• ICQ 1067292
    AIM Razzbuten
    ANYTIME ANYPLACE YOU PICK THE MAP!!! I will even let you pick which side I am...

    I was WELL KNOWN on the Boneyards...me and a friend only lost 2 or 3 times in our reign of terror on a 2 v 2.

    I still play it and fondly think back to the days when TA was still new and all the fun that could be had. It was a FLASH RUSH not a ZERG RUSH. The good players could recover from any start and whip you. The bad players just learned from their mistakes.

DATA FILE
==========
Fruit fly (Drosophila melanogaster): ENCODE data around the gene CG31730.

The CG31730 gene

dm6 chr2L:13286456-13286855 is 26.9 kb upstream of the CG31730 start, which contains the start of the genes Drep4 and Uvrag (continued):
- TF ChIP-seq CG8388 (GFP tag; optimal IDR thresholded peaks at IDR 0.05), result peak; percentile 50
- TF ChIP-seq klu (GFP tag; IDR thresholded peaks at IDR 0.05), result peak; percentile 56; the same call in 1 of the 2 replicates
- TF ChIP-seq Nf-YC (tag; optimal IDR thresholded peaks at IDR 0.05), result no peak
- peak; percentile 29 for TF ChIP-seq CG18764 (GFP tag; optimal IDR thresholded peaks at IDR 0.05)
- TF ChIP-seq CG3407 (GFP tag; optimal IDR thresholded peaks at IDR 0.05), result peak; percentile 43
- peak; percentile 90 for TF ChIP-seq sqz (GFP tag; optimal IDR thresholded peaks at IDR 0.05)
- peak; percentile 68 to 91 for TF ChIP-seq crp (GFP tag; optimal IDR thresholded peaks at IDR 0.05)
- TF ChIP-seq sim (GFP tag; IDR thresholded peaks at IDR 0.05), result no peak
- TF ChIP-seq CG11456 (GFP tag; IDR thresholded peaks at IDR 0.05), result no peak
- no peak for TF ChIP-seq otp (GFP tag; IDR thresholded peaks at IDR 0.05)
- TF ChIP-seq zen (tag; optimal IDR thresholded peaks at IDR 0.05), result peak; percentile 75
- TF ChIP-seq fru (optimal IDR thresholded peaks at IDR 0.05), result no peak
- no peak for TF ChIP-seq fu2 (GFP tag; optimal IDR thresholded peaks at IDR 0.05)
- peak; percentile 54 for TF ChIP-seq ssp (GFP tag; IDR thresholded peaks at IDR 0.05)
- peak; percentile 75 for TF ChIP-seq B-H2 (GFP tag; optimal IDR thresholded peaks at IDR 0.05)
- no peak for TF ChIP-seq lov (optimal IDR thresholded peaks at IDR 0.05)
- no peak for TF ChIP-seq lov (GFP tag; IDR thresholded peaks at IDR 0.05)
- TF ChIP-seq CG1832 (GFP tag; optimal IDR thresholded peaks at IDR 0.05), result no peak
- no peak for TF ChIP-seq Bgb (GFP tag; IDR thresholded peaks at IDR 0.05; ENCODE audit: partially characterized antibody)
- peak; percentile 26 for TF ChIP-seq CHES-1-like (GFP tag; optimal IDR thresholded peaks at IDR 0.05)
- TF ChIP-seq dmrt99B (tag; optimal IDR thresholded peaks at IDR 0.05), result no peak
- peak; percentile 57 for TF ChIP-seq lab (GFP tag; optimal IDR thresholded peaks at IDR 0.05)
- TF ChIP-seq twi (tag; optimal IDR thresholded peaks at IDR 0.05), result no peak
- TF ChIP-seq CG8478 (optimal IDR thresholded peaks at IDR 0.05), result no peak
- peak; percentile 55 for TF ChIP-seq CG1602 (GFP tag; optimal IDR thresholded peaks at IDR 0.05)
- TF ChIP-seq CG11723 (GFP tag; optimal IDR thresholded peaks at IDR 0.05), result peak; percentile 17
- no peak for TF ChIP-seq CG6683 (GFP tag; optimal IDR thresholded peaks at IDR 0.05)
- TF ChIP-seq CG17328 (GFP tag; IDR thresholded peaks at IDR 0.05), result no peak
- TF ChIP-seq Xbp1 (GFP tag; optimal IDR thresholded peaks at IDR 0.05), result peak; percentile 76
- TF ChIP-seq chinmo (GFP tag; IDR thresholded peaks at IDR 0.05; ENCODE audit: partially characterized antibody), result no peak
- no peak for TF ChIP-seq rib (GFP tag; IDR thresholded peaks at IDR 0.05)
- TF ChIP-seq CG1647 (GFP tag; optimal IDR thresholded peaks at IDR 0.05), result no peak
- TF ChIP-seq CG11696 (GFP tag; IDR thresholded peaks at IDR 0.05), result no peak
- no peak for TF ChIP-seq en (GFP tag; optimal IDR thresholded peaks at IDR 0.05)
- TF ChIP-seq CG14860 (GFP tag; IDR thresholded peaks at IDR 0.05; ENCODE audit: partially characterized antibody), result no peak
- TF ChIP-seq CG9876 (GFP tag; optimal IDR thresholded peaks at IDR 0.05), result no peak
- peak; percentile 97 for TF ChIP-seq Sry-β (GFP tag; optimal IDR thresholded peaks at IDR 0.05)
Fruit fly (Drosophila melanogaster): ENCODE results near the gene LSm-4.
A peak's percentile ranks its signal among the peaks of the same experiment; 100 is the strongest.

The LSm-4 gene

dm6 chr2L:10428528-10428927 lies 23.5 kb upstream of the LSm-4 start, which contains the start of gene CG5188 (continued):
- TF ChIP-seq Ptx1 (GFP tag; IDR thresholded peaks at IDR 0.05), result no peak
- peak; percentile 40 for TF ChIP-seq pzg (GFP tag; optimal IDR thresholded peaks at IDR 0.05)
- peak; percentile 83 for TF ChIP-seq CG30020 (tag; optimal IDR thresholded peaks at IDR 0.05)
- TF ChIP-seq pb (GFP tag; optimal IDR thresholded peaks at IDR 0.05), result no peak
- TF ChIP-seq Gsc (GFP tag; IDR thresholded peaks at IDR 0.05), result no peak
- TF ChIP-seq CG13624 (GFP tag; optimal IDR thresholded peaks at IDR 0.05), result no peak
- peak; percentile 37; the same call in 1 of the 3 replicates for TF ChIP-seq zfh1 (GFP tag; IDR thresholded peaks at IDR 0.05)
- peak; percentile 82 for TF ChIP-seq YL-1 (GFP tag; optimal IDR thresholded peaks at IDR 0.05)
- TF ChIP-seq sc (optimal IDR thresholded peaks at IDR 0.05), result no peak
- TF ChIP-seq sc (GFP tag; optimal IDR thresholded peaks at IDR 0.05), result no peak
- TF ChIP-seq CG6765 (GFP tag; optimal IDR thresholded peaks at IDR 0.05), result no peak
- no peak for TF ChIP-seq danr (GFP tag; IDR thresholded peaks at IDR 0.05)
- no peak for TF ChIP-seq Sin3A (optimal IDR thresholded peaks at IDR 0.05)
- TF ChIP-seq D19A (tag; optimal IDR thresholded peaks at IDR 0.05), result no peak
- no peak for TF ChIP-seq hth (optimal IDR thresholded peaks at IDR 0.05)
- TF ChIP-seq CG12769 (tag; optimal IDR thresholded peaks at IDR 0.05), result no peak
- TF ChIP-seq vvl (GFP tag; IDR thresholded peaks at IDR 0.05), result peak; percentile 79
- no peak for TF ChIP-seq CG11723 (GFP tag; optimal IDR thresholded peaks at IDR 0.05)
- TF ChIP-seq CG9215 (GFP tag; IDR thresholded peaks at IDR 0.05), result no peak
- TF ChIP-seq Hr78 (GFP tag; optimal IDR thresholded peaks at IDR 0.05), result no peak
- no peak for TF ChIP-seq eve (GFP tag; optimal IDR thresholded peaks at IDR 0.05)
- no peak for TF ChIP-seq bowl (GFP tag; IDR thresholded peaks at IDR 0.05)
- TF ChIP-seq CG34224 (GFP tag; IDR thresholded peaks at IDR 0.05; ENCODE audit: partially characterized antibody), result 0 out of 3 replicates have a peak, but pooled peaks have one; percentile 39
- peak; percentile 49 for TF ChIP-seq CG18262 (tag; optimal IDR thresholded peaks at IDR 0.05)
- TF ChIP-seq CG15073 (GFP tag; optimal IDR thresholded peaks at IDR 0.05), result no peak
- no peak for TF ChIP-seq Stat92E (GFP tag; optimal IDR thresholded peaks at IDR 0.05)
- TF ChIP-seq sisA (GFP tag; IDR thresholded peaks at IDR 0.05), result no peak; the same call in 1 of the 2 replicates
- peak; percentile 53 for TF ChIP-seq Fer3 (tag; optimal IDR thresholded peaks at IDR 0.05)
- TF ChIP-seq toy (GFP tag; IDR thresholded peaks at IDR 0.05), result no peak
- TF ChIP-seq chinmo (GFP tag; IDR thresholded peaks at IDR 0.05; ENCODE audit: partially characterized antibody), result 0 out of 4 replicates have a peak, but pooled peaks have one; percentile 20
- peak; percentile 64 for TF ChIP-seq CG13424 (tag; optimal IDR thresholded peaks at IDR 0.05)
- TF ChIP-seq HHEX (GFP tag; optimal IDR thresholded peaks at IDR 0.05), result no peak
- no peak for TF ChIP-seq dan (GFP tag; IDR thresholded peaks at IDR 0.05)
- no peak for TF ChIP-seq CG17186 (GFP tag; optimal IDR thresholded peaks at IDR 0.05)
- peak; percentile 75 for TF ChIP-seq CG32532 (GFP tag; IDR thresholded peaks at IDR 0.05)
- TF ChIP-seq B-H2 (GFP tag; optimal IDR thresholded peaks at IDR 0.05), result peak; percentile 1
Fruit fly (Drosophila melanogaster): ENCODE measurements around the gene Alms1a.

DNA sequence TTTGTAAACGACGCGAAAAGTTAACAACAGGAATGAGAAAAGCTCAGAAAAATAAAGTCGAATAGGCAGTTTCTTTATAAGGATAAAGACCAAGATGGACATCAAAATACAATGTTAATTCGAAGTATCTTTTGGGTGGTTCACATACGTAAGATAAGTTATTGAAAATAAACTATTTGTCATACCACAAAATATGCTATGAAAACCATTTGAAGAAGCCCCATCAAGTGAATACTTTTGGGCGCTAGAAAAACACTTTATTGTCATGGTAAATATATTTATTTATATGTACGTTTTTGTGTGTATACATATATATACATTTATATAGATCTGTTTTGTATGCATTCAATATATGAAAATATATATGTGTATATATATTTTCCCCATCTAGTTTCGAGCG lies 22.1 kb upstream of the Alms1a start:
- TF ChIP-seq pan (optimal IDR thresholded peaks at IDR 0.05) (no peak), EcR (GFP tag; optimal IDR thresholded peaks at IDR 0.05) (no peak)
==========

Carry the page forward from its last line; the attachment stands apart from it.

For you people complaining about the AI, try BLOODTHIRSTY AI. Wow what a rush. Several other AI's were released, bloodthirsty was the toughest (it cheats).

    For fun Try Core Prime Industrial Map with 9 AI. Standard AI will take you awhile to beat. Try a smarter AI that nukes and you will have trouble...Add a KROGGY or 2 and WOW its HOURS of entertainment.

"I have just one word for you, my boy...plastics." - from "The Graduate"

Working...